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Boeing could be prosecuted in the US over the 737 MAX crashes that killed 346 people


A new twist in the safety crisis engulfing Boeing could see the airline face prosecution over the 737 MAX 8 crashes in 2018 and 2019 that killed 346 people.

Late Tuesday, it was announced that the U.S. Department of Justice (DOJ) had filed a case accusing the plane maker of violating its obligations under a 2021 agreement that shielded Boeing from criminal prosecution over the crashes.

Than, Boeing agreed to pay $2.5 billion to resolve the investigation into its conduct, compensate victims’ relatives and overhaul its compliance practices.

The terms of that deal – known as a deferred prosecution agreement – were due to expire in January this year, but two days before that a Boeing 737MAX Nine Alaska Airlines planes suffered a burst from the panel in the air.

The eruption has been the subject of investigation by multiple agencies, including the DoJ.

The court filing exposes Boeing to possible criminal prosecution over the 2018 and 2019 crashes, which could bring even higher financial penalties and stricter oversight, adding to the new corporate crisis and reputational damage from the January blowout would be further explored.

The DoJ said that while Boeing is now being prosecuted, it would consider steps the planemaker has taken to address and remediate the breach of the pact before deciding how to proceed.

It ordered the company to respond by mid-June and said it would make a decision by July 7 on whether to pursue a new criminal case.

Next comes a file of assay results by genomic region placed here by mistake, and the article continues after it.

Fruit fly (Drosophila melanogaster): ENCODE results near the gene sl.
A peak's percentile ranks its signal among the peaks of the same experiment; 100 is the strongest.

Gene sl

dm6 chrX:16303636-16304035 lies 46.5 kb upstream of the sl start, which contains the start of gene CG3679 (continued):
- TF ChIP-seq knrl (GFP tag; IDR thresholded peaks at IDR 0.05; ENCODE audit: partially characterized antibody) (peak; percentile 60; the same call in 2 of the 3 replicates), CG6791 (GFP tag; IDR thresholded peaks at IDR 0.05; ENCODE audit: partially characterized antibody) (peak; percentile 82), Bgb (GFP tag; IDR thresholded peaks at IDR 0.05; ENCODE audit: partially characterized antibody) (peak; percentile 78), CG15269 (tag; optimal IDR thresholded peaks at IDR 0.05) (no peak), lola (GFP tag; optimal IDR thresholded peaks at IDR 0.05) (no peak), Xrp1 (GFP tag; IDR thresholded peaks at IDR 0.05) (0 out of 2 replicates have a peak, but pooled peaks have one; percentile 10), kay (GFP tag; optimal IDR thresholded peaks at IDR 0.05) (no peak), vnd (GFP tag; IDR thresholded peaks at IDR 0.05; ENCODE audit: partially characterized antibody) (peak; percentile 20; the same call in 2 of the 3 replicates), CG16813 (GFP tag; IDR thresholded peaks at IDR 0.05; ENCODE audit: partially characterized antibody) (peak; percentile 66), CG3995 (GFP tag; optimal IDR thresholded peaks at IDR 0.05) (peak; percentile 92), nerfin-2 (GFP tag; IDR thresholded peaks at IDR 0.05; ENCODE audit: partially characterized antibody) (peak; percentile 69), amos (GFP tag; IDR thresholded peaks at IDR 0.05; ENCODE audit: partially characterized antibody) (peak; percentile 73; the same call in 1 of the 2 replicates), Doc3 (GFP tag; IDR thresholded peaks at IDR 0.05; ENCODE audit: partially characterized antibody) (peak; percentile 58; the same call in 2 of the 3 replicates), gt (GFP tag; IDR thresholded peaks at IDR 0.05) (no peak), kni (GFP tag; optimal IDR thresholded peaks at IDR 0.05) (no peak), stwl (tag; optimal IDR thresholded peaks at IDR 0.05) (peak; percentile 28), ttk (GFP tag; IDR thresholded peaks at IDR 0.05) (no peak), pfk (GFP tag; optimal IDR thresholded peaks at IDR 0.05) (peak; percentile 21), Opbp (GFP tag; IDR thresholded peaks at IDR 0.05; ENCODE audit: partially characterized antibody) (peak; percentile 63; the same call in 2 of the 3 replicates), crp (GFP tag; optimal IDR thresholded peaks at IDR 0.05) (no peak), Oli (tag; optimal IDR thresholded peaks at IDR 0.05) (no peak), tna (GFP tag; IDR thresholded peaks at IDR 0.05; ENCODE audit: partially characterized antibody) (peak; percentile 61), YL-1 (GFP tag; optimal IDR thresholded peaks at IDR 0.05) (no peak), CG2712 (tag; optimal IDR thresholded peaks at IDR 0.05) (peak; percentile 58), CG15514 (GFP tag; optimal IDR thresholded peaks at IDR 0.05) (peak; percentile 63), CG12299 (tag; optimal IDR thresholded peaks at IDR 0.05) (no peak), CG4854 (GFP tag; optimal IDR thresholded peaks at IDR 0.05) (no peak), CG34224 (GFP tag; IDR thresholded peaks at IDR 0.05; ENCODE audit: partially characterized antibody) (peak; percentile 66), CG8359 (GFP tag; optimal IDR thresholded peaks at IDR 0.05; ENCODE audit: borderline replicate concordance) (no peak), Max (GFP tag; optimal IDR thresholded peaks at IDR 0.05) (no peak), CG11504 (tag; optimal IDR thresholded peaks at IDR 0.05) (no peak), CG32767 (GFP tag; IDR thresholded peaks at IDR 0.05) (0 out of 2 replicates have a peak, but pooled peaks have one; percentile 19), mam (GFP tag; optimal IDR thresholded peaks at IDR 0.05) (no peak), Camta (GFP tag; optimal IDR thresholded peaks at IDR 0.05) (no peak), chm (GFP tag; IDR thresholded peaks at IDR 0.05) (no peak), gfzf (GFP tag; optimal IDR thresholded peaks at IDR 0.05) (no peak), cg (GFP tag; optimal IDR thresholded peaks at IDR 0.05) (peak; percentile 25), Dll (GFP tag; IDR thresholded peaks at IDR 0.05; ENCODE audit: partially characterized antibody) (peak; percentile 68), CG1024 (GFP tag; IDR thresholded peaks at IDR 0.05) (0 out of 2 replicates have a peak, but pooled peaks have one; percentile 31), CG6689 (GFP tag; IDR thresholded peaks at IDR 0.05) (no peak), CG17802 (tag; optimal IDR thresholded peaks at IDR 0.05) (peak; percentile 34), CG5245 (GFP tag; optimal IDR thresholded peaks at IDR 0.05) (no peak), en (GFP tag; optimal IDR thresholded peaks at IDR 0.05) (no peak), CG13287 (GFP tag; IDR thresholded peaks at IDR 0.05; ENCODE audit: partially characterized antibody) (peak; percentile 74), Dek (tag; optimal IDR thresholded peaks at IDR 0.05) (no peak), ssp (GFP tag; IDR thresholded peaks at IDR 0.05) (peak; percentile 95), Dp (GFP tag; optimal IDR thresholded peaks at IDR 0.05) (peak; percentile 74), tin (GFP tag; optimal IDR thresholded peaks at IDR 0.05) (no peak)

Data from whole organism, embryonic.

“We believe we have complied with the terms of that agreement and look forward to the opportunity to respond to this matter with the Department,” Boeing said in a statement.

It added: “If we do this, we will work with the Department with the utmost transparency, as we have done throughout the term of the agreement, including in response to their questions following the Alaska Airlines 1282 accident .”

The Reuters news agency reported that DoJ officials would meet with families of the victims of the 2018 and 2019 crashes as part of their deliberations.

Family members have long been critical of the original deferred prosecution agreement, saying it upset Boeing.

The MAX 8 fleet was withdrawn from service for twenty months in the aftermath of the war Ethiopian Airlines Flight 302 disaster outside Addis Ababa in March 2019.

All 157 on board were killed.

Six months earlier, a Lion sky 737 MAX 8, with 189 passengers and crew on board, had crashed in Indonesia.

Poorly designed flight control software was ultimately blamed for both accidents.

The MAX 9 incident on January 5 this year resulted in a new wave of investigation.

Regulators have restricted Boeing’s production schedules and a widespread management change is underway.

The knock-on effects of the crisis have damaged deliveries and the expansion plans of its customers, including Ryanair.

The aircraft manufacturer and regulators are widely accused of not having learned lessons from the past.

At a Senate hearing in April, a Boeing engineer testified that the company took dangerous production cuts on certain planes and sidelined him when he raised safety concerns.

Boeing has denied the claims and any suggestion that it is putting profit before safety.